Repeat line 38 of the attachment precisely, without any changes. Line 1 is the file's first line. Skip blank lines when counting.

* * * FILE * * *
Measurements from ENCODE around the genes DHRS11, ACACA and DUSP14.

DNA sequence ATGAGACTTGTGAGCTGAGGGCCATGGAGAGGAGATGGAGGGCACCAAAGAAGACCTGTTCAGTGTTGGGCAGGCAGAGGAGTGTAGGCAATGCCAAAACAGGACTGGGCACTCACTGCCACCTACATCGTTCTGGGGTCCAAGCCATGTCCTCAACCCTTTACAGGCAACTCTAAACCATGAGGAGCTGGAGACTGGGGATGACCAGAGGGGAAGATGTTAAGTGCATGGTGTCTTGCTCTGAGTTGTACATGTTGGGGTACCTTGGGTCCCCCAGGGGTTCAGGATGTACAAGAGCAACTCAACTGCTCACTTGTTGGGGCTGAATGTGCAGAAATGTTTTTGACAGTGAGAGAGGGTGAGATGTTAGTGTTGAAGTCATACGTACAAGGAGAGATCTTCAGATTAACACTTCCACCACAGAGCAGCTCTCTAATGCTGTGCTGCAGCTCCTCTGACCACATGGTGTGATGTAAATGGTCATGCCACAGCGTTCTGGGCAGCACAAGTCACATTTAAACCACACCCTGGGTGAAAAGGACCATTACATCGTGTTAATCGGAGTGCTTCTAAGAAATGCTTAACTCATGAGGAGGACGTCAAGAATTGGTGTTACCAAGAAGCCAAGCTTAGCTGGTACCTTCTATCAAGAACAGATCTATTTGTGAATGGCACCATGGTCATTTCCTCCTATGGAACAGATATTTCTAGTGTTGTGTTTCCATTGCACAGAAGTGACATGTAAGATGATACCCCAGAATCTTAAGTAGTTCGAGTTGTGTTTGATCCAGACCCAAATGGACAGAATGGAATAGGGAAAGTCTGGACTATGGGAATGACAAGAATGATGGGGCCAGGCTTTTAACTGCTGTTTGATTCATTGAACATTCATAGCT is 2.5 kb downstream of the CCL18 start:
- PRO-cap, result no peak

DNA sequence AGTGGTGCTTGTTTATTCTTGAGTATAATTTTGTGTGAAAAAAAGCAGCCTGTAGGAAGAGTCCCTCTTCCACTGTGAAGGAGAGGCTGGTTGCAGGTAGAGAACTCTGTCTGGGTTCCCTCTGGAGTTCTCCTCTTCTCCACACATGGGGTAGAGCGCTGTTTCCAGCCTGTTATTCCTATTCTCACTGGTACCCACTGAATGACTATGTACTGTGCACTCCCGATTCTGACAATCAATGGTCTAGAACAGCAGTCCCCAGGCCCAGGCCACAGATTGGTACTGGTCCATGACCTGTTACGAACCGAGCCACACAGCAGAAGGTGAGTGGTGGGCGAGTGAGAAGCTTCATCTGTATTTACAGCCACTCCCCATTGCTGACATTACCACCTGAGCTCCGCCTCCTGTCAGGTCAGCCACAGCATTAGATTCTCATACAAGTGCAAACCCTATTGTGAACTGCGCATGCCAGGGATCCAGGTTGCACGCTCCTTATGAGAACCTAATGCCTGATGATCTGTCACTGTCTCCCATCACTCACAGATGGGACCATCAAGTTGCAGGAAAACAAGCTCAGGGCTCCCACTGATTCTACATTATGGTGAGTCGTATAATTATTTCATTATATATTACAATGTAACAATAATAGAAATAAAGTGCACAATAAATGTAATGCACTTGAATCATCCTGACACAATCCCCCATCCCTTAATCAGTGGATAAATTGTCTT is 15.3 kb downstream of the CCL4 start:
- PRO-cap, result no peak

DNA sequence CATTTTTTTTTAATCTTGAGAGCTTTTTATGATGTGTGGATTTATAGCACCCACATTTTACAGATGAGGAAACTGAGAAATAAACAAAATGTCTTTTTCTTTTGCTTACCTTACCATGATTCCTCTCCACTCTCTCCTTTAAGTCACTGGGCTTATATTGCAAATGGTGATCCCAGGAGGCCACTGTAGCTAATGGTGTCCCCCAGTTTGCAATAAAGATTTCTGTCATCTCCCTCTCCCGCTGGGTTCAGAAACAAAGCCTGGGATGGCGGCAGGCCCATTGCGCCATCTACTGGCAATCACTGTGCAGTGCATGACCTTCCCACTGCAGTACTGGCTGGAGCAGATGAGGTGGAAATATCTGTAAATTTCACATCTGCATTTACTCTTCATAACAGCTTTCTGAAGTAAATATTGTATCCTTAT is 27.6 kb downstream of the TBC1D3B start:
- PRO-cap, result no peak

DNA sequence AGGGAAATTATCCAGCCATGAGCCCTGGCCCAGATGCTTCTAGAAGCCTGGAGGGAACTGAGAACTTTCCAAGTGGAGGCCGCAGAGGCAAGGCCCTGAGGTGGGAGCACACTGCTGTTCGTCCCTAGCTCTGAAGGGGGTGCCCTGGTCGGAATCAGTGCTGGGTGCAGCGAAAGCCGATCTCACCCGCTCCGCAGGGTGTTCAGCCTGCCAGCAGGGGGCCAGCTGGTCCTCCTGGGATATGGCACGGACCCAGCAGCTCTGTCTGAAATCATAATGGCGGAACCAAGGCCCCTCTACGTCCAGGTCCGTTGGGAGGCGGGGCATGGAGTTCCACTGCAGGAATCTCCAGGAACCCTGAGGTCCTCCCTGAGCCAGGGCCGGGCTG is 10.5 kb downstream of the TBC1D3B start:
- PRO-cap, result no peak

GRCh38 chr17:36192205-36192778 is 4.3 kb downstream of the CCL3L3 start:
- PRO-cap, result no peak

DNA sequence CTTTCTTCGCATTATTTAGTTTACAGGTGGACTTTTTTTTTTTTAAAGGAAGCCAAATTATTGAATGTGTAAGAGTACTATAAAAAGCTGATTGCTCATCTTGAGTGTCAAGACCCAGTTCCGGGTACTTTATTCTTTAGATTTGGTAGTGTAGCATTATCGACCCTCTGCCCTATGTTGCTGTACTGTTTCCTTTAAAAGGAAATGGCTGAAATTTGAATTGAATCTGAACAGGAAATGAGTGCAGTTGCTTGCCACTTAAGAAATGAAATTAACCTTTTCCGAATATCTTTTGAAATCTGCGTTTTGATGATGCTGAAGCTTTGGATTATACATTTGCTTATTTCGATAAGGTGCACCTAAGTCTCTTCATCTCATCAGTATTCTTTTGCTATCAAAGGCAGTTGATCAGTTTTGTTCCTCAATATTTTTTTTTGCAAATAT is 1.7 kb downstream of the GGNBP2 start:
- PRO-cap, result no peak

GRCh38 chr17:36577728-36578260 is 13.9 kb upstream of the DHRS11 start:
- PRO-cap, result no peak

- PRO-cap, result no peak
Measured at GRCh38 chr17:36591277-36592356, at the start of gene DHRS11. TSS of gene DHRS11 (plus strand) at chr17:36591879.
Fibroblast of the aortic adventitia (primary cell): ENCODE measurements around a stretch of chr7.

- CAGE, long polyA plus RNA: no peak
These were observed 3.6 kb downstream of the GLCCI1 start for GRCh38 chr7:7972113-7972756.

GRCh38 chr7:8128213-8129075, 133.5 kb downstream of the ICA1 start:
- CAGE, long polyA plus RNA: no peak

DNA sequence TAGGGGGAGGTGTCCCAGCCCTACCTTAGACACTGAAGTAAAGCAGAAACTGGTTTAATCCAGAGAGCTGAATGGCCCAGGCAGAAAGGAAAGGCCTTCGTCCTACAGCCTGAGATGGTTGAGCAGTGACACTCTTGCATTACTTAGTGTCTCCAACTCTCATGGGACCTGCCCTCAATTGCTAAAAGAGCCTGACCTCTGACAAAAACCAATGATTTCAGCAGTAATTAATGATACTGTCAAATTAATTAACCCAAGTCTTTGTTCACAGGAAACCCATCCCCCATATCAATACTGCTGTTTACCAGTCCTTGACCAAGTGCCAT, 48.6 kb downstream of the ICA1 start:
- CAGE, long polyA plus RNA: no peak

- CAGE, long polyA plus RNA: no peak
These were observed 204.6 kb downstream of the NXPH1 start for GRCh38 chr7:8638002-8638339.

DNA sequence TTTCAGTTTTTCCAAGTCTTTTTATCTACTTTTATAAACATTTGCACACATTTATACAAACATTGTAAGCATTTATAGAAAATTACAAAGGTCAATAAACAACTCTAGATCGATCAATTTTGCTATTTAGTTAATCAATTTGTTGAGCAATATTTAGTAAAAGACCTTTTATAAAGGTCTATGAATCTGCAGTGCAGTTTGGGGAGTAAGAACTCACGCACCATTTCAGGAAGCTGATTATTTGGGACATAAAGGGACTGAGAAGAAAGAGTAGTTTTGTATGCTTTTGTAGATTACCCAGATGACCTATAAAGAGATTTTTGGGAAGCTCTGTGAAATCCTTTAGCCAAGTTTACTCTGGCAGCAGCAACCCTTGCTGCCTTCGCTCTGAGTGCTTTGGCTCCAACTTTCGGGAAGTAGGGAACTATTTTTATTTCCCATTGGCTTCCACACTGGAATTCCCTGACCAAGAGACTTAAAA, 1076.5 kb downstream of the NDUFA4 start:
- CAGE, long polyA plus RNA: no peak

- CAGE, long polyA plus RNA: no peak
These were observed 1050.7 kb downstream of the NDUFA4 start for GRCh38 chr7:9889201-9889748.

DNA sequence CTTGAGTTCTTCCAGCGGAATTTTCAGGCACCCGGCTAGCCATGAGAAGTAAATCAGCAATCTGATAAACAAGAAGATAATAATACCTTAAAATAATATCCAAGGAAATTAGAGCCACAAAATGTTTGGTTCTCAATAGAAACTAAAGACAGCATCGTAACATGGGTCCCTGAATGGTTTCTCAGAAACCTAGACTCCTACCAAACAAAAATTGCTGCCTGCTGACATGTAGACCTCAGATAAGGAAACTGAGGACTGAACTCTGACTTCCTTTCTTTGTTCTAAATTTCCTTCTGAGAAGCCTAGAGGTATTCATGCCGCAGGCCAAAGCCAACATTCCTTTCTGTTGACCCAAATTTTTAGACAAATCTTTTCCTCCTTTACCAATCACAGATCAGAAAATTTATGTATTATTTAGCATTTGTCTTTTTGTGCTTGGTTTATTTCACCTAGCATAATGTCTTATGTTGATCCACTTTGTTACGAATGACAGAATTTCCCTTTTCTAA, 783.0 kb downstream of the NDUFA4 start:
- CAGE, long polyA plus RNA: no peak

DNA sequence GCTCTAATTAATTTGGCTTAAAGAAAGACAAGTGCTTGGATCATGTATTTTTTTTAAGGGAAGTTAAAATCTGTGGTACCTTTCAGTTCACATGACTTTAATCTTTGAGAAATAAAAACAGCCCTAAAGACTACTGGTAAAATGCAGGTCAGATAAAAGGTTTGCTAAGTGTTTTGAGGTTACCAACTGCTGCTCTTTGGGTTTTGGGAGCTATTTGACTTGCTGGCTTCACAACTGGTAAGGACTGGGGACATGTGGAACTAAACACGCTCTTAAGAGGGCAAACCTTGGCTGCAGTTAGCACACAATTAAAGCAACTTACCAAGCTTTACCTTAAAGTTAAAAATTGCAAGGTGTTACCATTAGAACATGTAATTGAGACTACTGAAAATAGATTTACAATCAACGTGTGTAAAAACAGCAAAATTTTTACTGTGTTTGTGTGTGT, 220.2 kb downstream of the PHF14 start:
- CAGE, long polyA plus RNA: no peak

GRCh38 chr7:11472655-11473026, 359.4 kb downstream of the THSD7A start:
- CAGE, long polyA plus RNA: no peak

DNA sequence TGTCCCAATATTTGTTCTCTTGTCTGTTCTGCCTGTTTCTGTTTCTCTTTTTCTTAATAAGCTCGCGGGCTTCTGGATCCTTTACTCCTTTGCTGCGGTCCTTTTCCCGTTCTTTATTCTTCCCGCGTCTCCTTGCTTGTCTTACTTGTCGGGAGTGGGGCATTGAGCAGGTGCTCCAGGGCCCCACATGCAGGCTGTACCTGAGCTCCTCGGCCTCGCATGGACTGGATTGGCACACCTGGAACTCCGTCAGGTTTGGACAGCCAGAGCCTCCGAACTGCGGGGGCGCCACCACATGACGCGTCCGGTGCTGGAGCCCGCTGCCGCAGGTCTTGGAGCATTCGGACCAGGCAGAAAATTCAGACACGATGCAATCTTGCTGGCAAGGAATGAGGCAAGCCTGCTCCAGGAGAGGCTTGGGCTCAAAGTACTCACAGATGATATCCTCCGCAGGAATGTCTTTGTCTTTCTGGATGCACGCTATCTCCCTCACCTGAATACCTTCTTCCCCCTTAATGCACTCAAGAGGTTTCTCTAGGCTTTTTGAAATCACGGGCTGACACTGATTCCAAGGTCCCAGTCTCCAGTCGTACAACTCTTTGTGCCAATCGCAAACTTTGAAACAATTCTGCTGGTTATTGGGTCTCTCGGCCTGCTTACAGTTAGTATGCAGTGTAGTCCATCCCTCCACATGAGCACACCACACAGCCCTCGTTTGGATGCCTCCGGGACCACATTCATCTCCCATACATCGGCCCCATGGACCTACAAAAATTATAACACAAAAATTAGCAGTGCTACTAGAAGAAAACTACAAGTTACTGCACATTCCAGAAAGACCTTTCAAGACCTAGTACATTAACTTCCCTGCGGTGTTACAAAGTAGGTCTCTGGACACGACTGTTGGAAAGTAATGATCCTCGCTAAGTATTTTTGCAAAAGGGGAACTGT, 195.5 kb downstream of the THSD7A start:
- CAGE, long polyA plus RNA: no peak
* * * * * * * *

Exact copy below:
- CAGE, long polyA plus RNA: no peak